This survey of already-existing and potential technologies to change the way we power our economy is variable. It's got a lot in it: solar, wind, biofuels (and not just corn based crap, either, and a better discussion of the problems and strategies for switchgrass than I had previously seen), nuclear, wind, ocean, coal (including underground coal gasification, which maybe everyone else knew about but I sure didn't), smart grids, electric cars, power plants to harvest stratospheric wind [ETA: kites as power plants!], geothermal -- I'm sure I missed something Krupp covered and I'm sure Krupp missed something he could have covered altho I'm not sure what it would be. Oh, wait, actually I am sure, but I'll get to that in a minute.
The usual suspects make appearances: Amory Levins, Paul Hawken, and _Natural Capitalism_ all get mentioned, as does the Tesla Motor [ETA: that's a weird typo. I meant Roadster], Google and WalMart's efforts to reduce carbon and energy use. The Volt gets mentioned. Interface shows up. Best of all, the wacky guy in Chena, Bernie K. and I've forgotten his last name _again_, gets much more detailed coverage than I've seen before. That section, in fact, is wonderful in several ways. Bernie's earlier life running K&K Recycling makes a lot of sense. His brothers with muscular dystrophy, his early lawn mowing empire, his gently skeptical wife, all the work other people, other companies and the US government put into making his geothermal cooling system work and keep the ice palace from thawing. Most of all, he's such an impresario, that the whole ice palace obsession itself clearly functions as a way to get people to come see him and all his exciting and wonderful ideas.
Cars are handled separately, towards the end of the book, and conservation/efficiency barely gets a handful of paragraphs (and some of those veer off the topic). Krupp does note the importance of compact land use policies (yay), but can the lowly bicycle or, heavens! walking! get some respect? Apparently not.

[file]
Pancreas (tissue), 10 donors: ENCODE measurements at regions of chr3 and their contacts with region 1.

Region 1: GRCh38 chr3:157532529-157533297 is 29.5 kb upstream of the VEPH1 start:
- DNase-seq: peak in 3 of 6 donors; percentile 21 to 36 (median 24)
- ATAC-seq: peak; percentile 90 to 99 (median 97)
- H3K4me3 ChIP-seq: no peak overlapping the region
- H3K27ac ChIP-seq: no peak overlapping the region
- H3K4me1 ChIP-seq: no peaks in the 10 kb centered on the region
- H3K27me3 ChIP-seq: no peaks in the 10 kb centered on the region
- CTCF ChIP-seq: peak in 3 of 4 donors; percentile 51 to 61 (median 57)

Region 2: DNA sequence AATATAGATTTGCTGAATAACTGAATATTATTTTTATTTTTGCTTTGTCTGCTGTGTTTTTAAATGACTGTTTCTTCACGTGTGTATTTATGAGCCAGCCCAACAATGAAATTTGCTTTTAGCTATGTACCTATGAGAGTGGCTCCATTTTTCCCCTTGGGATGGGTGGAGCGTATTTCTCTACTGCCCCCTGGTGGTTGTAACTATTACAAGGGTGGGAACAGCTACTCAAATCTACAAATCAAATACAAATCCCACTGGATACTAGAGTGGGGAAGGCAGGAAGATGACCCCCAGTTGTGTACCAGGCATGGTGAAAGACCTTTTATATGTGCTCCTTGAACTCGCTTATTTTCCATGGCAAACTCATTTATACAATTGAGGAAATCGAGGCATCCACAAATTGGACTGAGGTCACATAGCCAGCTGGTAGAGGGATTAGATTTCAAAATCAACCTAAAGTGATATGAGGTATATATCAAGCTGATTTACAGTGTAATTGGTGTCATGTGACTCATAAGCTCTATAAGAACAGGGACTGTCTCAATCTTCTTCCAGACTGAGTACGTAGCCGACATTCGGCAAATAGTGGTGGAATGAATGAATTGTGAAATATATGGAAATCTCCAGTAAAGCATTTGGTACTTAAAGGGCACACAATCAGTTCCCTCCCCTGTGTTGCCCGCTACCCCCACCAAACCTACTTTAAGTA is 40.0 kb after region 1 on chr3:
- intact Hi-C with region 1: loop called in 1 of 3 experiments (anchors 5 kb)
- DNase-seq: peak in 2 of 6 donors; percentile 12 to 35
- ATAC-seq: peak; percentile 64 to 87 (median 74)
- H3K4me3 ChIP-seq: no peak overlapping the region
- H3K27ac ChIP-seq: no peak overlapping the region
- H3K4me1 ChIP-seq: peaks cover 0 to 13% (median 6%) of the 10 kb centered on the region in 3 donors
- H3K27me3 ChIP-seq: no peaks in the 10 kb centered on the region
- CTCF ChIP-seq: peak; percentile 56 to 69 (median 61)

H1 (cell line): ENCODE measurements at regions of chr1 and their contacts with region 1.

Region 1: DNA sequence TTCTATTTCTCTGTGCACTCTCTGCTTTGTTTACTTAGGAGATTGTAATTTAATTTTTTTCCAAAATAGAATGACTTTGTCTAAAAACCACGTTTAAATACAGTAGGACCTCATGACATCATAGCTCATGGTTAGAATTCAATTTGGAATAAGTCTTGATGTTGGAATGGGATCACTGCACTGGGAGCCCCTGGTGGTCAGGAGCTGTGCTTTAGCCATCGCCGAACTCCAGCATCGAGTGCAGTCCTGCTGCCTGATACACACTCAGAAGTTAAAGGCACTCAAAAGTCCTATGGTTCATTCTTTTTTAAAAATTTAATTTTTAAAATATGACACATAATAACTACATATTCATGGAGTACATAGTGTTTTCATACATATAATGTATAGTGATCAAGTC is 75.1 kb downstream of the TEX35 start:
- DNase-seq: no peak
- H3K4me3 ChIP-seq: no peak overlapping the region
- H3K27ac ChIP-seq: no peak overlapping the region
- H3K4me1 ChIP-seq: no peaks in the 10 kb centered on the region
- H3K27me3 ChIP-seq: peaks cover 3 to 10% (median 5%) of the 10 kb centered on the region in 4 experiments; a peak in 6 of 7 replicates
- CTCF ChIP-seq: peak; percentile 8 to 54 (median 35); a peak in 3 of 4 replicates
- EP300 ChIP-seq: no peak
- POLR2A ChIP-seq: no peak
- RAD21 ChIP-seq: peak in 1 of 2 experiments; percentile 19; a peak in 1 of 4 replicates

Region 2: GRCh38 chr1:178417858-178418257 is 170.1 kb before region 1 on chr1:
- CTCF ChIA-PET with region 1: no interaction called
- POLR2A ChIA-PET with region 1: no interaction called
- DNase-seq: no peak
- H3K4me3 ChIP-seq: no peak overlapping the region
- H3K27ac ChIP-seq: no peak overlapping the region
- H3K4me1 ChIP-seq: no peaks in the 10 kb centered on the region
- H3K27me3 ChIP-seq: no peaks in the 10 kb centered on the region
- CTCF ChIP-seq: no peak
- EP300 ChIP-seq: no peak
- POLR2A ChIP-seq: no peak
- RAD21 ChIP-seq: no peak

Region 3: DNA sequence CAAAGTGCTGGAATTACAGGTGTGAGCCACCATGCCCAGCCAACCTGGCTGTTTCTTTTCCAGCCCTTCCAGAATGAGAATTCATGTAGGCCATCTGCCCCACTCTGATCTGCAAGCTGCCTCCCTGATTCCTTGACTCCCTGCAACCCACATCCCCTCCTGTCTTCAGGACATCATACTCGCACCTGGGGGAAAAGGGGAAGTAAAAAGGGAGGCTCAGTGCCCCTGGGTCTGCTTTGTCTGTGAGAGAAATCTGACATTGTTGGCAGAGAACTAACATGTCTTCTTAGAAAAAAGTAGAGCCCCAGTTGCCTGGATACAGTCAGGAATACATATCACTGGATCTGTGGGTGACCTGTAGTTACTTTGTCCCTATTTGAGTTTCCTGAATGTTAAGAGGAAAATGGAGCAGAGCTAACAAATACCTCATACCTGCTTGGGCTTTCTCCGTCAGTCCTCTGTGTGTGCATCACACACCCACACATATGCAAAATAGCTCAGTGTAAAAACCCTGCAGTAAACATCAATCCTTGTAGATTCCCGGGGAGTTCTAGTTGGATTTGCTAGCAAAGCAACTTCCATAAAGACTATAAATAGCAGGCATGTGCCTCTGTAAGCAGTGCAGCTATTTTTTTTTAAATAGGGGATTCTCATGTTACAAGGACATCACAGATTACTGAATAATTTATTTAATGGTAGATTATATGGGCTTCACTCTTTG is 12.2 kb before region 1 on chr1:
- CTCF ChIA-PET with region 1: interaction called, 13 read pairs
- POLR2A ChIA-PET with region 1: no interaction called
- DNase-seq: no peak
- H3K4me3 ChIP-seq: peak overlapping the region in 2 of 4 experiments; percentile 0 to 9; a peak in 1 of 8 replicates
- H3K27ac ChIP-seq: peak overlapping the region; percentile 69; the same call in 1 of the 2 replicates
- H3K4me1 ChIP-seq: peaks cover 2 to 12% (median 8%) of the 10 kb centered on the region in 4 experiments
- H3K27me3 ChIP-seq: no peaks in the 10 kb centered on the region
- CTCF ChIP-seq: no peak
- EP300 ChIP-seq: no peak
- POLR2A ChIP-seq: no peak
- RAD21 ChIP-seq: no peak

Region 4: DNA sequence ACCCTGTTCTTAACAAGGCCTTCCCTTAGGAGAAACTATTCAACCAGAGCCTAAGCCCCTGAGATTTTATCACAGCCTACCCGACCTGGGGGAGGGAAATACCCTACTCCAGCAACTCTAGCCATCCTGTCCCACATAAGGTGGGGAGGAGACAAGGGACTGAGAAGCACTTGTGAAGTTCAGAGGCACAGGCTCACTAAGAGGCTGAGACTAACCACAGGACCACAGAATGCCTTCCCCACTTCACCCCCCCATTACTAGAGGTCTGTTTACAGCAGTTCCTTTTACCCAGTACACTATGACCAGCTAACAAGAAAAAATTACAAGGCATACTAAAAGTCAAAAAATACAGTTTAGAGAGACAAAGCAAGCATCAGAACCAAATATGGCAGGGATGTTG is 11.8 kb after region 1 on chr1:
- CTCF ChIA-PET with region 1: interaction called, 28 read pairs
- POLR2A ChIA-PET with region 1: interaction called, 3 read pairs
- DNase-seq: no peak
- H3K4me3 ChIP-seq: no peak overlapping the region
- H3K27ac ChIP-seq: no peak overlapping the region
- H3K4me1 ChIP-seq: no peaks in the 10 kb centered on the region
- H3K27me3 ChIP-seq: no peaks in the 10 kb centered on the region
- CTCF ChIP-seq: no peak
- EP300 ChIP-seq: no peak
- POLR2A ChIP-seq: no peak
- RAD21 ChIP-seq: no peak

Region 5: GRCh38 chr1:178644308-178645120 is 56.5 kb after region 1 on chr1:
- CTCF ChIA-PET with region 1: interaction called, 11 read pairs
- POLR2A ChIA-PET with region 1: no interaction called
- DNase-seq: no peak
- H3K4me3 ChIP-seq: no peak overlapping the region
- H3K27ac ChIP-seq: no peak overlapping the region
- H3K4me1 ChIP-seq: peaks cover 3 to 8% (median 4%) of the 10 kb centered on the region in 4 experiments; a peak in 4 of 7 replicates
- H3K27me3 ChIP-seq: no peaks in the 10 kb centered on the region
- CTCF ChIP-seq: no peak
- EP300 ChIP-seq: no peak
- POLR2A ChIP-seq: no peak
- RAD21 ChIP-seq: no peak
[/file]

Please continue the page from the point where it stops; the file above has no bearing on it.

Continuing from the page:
The timing on the writing and publication of this book (predates the '08 oil spike and financial collapse) make a mockery of some of the predictions, and also throws into sharp relief that we could do a whole lot more in terms of conservation than was thinkable at the time (well, thinkable by him and his co-author, or expected to be thinkable by the book's audience). OTOH, because this is essentially a book-length argument in support of cap-and-trade (did I mention that?), reading it now is quite timely.
Krupp and Horn do a better than average job of not-buying-the-hype associated with new technologies. Yes, they reproduce the claims and press releases -- but they do follow that up with some independent/alternative assessments, and they do insert some commentary of their own. Krupp and Horn are not arguing for one particular technology, after all. They're arguing that if you do cap-and-trade, the market will figure out how to price this stuff, and the best tech will win. Of course, in the wake of the spike and crash, it's easy to see what's really winning that battle in the short run: using less, any damn way you can.
Worth your time? Well, if you're genuinely interested in whether there's merit to cap-and-trade, this seems like a serviceable entry for the "pro" side. I can't bring myself to read anything on the "anti" side, so you're on your own there. If you find something you find particularly compelling on the "anti" side, I might be interested in hearing about it.